I genuinely don’t understand your point about the comics blog being geared toward the immediate present, if only due to personal experience. I spent part of 2009 writing about Ann Nocenti (and her comics from 15-20ish years ago), Frank Miller’s DKSA, Adam Warren’s career, old Garth Ennis books… I wrote about “current events,” for lack of a better term, too, but I’d be willing to bet cash money that a significant portion of 4l!’s output was over books that are at least five years old. The What If countdown is one of our most popular bits, and Gavin’s Venom series is also pretty big. There is nothing stopping a writer from writing about things other than current events. If it’s well written, or interesting, people pay attention.

    The Asterios Polyp review/analysis roll-out happened over a few weeks, maybe just over a month, from gushing praise to cynical rollback. The discovery of Pluto has rippled through the blogosphere like a wave since Matthew Brady’s review back on release and gushing praise following pretty much every month thereafter.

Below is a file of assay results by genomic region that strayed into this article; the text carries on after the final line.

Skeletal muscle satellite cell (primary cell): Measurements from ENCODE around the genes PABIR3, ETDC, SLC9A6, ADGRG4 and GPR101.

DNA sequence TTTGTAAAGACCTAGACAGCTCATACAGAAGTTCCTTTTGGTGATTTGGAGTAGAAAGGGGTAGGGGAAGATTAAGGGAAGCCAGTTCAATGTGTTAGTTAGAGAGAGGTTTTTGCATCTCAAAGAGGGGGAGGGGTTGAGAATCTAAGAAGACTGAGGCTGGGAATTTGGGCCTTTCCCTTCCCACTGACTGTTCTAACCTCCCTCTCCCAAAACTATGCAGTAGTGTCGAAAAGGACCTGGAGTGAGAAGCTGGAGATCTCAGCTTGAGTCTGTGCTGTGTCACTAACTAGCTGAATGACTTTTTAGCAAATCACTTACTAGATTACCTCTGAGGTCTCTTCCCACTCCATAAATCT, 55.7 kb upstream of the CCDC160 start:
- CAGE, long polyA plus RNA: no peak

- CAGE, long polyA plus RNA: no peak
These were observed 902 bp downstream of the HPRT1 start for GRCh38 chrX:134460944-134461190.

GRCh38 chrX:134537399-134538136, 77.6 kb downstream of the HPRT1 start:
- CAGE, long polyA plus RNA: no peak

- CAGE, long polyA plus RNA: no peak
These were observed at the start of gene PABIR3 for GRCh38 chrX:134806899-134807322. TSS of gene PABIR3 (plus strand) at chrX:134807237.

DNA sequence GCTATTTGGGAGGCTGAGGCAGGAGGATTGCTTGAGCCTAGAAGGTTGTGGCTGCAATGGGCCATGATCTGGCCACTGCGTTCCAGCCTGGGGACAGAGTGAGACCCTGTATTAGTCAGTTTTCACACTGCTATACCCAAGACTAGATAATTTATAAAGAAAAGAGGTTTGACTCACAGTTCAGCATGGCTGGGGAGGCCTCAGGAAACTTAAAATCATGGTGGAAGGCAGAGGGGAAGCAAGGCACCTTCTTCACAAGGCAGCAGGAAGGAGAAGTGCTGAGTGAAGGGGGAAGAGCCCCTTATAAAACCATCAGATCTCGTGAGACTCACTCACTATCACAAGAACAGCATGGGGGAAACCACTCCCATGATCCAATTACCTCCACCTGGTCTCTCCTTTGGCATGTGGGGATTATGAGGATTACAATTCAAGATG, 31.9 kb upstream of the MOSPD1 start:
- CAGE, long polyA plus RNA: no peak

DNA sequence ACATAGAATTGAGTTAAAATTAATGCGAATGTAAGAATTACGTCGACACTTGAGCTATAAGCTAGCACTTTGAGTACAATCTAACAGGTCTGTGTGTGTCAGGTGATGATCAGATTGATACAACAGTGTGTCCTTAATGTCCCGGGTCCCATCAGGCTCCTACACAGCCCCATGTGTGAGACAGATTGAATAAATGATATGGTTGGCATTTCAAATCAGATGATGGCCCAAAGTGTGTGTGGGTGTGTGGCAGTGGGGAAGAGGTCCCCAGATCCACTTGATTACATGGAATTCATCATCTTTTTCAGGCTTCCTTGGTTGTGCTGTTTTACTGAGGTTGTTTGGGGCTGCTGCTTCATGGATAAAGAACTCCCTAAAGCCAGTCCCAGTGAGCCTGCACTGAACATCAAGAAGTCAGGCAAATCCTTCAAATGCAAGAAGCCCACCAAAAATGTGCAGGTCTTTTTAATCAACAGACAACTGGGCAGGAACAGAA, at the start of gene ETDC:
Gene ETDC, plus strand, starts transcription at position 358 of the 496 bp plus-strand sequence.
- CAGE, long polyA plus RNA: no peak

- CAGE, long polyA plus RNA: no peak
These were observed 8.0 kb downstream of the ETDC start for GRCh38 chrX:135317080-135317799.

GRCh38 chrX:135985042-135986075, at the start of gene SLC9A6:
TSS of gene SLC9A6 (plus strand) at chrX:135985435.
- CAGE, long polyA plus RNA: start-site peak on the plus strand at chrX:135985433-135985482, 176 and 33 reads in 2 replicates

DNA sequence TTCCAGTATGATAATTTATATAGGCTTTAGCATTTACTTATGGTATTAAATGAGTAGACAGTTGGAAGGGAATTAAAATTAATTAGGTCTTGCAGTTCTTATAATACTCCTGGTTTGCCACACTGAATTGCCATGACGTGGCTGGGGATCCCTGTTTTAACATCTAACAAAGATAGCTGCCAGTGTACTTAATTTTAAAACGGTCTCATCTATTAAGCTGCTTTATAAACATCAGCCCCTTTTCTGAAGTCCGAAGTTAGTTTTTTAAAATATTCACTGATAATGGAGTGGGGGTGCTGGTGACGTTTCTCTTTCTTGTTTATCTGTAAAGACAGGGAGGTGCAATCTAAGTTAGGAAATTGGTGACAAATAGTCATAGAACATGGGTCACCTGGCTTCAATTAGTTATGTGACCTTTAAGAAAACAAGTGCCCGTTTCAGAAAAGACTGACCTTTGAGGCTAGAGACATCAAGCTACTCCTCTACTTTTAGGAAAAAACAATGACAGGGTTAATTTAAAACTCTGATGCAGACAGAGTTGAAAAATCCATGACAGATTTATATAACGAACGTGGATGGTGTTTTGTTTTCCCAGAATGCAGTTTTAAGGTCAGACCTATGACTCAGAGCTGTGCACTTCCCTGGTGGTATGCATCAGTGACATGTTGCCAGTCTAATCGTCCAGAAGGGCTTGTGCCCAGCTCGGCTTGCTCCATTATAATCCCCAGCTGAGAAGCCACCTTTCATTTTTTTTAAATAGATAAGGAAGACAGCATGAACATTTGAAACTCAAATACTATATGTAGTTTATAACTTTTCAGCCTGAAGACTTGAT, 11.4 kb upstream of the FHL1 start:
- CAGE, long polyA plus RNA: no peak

In short, no one’s going “Oh, this is old, why didn’t you review this months ago?” I examined solanin almost a year to the day after it came out, Tucker and Jog spent years looking at Humanoids books. Where’d you get this idea from? Nothing about the comics blog as a format is geared up to be about mass-market floppies or nothing. It’s flexible enough for almost anything. I can bang out eight thousand words on why Flex Mentallo matters one day and then the next day could be a funny animated gif from the X-Men cartoon and neither would be out of place.

    Your latter point, about the rise of blogs, interesting periods in superhero comics, and then a lull– I don’t agree with that, either. When current events got boring, I found something else to talk about, whether it was manga or old comics. I think everyone did. We’ve never had to search for great comics, and 2009 felt like one great book after another. There’s always something worth examining.

    How many writers are doing zines right now?

    • Andrew Hickey says:

      Doesn’t come off as nitpicking at all…